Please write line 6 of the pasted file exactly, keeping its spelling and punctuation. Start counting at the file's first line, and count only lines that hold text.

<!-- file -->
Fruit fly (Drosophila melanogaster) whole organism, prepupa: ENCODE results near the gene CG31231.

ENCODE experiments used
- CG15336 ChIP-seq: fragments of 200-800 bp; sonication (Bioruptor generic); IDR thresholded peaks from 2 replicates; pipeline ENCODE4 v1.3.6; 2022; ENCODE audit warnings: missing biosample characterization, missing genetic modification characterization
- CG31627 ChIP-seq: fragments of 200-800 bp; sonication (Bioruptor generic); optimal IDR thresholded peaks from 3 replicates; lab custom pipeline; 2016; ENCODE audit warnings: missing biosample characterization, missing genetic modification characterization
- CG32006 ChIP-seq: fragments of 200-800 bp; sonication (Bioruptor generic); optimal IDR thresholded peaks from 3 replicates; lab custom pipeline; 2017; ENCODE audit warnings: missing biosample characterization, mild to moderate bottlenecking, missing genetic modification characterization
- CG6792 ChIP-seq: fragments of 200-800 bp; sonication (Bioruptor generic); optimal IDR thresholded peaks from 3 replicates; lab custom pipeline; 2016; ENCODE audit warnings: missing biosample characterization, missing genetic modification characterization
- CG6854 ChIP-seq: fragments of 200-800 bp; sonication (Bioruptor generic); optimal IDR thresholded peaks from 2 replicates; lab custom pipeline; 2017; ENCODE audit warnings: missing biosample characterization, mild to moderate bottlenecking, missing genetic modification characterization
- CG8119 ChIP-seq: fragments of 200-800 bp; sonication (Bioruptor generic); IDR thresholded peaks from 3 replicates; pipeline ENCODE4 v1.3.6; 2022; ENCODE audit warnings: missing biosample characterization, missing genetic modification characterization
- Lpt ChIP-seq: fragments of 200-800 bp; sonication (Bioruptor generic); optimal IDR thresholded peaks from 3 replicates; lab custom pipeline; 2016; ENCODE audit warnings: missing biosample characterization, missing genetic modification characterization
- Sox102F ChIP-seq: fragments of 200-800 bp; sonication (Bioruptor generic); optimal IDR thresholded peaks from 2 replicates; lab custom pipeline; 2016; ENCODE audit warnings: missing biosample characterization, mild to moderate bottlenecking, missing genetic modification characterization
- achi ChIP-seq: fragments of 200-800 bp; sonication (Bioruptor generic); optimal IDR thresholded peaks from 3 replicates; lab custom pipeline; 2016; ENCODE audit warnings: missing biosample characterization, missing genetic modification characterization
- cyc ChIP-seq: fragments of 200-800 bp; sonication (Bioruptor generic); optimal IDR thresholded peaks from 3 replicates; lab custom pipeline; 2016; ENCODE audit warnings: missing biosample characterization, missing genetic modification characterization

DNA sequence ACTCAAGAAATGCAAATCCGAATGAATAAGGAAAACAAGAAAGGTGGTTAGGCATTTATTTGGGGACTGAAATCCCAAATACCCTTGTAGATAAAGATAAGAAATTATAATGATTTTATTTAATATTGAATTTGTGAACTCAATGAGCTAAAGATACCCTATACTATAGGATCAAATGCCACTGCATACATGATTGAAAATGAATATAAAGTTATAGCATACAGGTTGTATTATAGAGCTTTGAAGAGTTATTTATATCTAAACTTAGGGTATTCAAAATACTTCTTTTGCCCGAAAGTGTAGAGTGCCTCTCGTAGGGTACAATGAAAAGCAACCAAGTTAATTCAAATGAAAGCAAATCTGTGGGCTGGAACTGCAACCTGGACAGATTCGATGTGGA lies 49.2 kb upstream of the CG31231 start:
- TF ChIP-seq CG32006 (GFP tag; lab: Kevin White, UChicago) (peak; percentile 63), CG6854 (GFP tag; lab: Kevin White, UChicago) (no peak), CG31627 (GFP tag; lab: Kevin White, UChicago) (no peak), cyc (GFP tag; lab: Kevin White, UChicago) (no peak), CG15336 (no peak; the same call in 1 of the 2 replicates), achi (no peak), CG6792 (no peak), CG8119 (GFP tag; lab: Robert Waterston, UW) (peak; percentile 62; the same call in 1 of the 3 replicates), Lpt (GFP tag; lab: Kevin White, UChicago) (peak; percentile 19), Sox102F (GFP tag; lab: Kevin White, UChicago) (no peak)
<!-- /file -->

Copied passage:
- CG6792 ChIP-seq: fragments of 200-800 bp; sonication (Bioruptor generic); optimal IDR thresholded peaks from 3 replicates; lab custom pipeline; 2016; ENCODE audit warnings: missing biosample characterization, missing genetic modification characterization